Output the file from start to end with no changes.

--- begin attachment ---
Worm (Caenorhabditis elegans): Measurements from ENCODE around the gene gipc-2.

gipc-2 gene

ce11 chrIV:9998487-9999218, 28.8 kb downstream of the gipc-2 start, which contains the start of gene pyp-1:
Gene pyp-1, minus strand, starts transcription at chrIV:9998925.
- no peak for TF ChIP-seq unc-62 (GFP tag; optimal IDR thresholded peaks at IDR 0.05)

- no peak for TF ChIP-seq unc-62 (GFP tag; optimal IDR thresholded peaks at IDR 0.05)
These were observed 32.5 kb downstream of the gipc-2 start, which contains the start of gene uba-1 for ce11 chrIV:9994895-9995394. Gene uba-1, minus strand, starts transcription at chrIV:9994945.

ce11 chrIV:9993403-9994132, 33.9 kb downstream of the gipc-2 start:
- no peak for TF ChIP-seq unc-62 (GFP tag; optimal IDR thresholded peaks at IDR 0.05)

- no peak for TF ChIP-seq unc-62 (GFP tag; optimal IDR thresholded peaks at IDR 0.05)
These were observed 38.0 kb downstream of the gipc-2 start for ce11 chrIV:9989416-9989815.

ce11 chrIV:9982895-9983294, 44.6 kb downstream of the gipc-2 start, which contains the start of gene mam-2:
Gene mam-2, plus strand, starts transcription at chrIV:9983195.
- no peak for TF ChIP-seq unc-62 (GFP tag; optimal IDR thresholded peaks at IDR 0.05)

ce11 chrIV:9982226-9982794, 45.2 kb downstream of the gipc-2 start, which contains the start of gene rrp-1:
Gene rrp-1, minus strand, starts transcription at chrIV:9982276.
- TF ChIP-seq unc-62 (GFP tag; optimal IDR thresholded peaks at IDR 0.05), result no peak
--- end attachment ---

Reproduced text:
Worm (Caenorhabditis elegans): Measurements from ENCODE around the gene gipc-2.

gipc-2 gene

ce11 chrIV:9998487-9999218, 28.8 kb downstream of the gipc-2 start, which contains the start of gene pyp-1:
Gene pyp-1, minus strand, starts transcription at chrIV:9998925.
- no peak for TF ChIP-seq unc-62 (GFP tag; optimal IDR thresholded peaks at IDR 0.05)

- no peak for TF ChIP-seq unc-62 (GFP tag; optimal IDR thresholded peaks at IDR 0.05)
These were observed 32.5 kb downstream of the gipc-2 start, which contains the start of gene uba-1 for ce11 chrIV:9994895-9995394. Gene uba-1, minus strand, starts transcription at chrIV:9994945.

ce11 chrIV:9993403-9994132, 33.9 kb downstream of the gipc-2 start:
- no peak for TF ChIP-seq unc-62 (GFP tag; optimal IDR thresholded peaks at IDR 0.05)

- no peak for TF ChIP-seq unc-62 (GFP tag; optimal IDR thresholded peaks at IDR 0.05)
These were observed 38.0 kb downstream of the gipc-2 start for ce11 chrIV:9989416-9989815.

ce11 chrIV:9982895-9983294, 44.6 kb downstream of the gipc-2 start, which contains the start of gene mam-2:
Gene mam-2, plus strand, starts transcription at chrIV:9983195.
- no peak for TF ChIP-seq unc-62 (GFP tag; optimal IDR thresholded peaks at IDR 0.05)

ce11 chrIV:9982226-9982794, 45.2 kb downstream of the gipc-2 start, which contains the start of gene rrp-1:
Gene rrp-1, minus strand, starts transcription at chrIV:9982276.
- TF ChIP-seq unc-62 (GFP tag; optimal IDR thresholded peaks at IDR 0.05), result no peak